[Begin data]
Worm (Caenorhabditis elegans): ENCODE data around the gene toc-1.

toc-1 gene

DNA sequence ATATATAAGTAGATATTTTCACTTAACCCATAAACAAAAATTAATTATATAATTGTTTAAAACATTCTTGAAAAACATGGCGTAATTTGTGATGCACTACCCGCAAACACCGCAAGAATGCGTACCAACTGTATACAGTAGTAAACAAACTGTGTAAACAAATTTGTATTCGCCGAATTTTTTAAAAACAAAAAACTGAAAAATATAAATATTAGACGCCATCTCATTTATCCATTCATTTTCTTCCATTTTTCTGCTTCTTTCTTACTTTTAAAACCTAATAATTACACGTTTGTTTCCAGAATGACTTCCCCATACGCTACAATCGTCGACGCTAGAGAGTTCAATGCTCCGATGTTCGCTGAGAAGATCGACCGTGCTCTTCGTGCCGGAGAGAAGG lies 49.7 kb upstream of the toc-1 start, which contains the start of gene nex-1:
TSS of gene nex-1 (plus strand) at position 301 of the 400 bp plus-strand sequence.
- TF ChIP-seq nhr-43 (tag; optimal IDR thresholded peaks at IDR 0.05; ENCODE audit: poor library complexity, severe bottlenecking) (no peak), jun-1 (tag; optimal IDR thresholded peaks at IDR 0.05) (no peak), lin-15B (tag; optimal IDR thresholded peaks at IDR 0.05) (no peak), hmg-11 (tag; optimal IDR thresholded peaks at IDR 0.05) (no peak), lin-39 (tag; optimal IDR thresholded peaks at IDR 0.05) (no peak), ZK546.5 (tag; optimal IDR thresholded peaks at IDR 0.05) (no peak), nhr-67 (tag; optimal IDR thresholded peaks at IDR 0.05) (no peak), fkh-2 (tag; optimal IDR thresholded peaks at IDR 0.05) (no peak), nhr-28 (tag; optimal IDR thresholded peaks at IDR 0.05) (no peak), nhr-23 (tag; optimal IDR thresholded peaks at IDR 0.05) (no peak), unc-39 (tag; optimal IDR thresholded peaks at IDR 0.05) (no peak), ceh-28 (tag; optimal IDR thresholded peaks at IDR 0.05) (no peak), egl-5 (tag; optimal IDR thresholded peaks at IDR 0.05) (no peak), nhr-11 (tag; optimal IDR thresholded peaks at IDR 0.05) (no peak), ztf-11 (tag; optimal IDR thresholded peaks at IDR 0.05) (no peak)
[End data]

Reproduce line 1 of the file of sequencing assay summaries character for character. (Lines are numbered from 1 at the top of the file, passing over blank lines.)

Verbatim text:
Worm (Caenorhabditis elegans): ENCODE data around the gene toc-1.